Davos redux

Felix Salmon responds to my defense of Davos the other day.

I agree with almost everything Felix writes. I suspect we generally share a world view, and I’m certainly suspicious of people who are convinced of their own righteousness (I never thought invading Iraq was a good idea, by the way). Where I disagree is the notion that there is some kind of singular Davos crowd or mindset (exemplified in Sam Huntington‘s phrase “Davos man”). Felix writes:

My point isn’t that Davos is influential or powerful in itself, just that it inculcates a mindset in its delegates where they’re convinced that they’re doing good (the oath is a prime example of this), and never stop to modestly wonder whether they’re wrong. And that kind of mindset can be very destructive: if the road to hell is paved with good intentions, then Davos is the road crew keeping it smooth and fast.

First, I’m never going to support the idiotic oath that is an innovation in the Forum’s Young Global Leaders project. Felix is right to ridicule it.

What I was trying to point out in my post the other day is that there is a strong group of Davos participants who spend a lot of time questioning premises, intentions and outcomes. They may not make the headlines, particularly of the US and British press, which understandably concentrates on homegrown stars. I think the Davos crowd that Felix decries don’t need help with the paving of the road to hell — they arrive in the Graubunden utterly convinced of their superiority and rightness. There are others who are far more questioning and skeptical. They bridle at the Washington Consensus and other signs of the dominance of an American flavor of capitalism.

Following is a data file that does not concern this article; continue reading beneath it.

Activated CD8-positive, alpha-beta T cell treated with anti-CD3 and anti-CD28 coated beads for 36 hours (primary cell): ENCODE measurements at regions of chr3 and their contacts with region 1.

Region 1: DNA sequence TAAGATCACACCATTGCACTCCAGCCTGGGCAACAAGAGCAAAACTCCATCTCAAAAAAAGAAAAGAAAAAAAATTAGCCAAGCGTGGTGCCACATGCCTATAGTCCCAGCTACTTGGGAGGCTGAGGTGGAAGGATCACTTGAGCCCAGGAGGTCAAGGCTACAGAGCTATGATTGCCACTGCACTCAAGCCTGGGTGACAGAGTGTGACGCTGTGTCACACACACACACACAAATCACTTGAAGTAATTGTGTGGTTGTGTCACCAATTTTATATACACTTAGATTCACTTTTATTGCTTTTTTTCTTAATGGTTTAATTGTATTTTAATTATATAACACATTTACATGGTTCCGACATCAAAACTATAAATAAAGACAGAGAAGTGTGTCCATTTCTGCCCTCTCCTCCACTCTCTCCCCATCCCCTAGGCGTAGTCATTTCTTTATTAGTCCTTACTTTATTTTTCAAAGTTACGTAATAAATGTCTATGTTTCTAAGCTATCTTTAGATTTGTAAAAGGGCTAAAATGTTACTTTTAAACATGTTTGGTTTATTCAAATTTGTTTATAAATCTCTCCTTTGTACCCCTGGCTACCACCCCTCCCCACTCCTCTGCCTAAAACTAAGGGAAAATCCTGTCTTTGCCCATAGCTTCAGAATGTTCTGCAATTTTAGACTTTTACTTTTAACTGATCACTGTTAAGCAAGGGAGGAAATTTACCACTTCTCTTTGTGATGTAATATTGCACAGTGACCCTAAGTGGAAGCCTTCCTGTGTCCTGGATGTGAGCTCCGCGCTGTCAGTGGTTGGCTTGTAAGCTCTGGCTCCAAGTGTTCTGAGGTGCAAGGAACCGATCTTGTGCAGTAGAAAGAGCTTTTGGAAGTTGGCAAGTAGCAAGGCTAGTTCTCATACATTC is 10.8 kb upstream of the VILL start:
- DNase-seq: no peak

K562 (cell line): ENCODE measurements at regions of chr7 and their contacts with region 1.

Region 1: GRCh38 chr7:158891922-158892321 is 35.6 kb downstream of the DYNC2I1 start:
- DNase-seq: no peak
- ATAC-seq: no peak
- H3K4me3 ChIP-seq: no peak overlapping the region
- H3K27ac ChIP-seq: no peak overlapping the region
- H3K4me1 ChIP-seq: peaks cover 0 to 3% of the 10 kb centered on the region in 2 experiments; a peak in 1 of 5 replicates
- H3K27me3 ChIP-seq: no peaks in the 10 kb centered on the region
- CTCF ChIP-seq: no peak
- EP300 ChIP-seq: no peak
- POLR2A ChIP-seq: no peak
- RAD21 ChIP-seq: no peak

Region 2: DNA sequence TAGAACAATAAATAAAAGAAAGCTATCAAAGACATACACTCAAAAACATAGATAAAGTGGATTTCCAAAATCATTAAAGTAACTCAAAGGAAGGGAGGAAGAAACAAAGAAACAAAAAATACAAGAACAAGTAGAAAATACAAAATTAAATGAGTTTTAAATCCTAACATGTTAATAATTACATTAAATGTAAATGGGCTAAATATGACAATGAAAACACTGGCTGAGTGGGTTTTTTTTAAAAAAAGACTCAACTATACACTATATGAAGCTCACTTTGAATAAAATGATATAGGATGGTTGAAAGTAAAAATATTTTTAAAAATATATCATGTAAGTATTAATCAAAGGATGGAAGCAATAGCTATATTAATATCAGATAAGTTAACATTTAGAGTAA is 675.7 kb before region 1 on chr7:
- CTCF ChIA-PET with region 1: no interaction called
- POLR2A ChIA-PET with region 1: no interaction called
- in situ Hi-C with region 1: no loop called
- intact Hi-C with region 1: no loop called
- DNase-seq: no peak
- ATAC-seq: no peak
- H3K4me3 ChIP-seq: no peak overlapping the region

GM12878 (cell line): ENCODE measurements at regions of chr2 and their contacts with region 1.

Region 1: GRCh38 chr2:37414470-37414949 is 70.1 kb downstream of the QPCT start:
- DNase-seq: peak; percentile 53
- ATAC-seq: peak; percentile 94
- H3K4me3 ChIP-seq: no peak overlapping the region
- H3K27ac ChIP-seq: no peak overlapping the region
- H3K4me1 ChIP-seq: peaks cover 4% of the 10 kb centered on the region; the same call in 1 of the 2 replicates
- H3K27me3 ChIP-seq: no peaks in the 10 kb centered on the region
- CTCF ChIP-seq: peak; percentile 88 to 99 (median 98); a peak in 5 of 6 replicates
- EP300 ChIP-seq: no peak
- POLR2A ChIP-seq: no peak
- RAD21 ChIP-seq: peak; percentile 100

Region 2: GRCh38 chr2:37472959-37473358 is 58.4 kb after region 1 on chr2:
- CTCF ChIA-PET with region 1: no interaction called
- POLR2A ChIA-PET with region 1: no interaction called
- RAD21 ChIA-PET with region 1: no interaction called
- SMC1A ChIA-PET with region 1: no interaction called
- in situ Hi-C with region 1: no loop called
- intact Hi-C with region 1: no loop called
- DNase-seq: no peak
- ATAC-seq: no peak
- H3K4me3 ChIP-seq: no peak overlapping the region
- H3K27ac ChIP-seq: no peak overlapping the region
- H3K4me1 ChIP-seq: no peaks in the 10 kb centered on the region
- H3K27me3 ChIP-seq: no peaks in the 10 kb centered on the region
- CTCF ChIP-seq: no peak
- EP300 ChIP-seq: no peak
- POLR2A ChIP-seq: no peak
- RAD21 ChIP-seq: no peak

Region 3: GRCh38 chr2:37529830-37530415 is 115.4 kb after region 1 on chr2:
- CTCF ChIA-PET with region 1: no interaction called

My contrast of Percy Barnevik and Jack Welch wasn’t to point out that one of them was nice to my wife. It’s that Welch — and there are other corporate grandees of the same ilk — flew into Davos, said his rehearsed piece, and flew out. The likes of Barnevik seemed more willing to be discomfited and challenged.

Of course Davos is a highly protected environment. It’s highly elitist, while at the same time scurrying for a comfortable middle ground on too many issues (particularly in the kinds of cultural figures it tends to celebrate).

For all that, my view remains that good intentions are rare in that kind of environment — slapped down by Felix as asserting that good intentions are rare in the world, which is a very different statement. It’s a huge flaw that there are too many assumptions there that go unquestioned. It’s very disturbing to read reports that the Google/China dispute was a forbidden topic this year. In my day I never encountered such taboos, and we genuinely tried to foster real debate.

I’ve tried hard on occasions in the last few years to summon up the kind of Davos contempt that Felix is good at. It would be easy to paint Davos in the style of George Grosz or Otto Dix, all decadence and grotesque capitalist bloodsuckers. But even when it might have been commercially valuable to me (there’s a market for tales that the emperor has no clothes), I thought it wasn’t true to the reality of the event I knew. Perhaps I’m too naive or compromised by years of association. Perhaps it’s the difference between a harsh Manhattan outlook and a sunny California one.

3 thoughts on “Davos redux

  1. Pingback: Spirit of Davos « The Toynbee convector

  2. J Richard Finlay

    When it comes right down to it, there are few thoughts the big players mount at Davos that could not be distilled into a simple Tweet. Their use of technology and methods of transportation have changed, but in most other ways they are little different than the princes and grand dukes who trotted themselves out every so often to remind the people that they still existed, confusing – as receding fragments of supremacy so often do – vanity with relevance.

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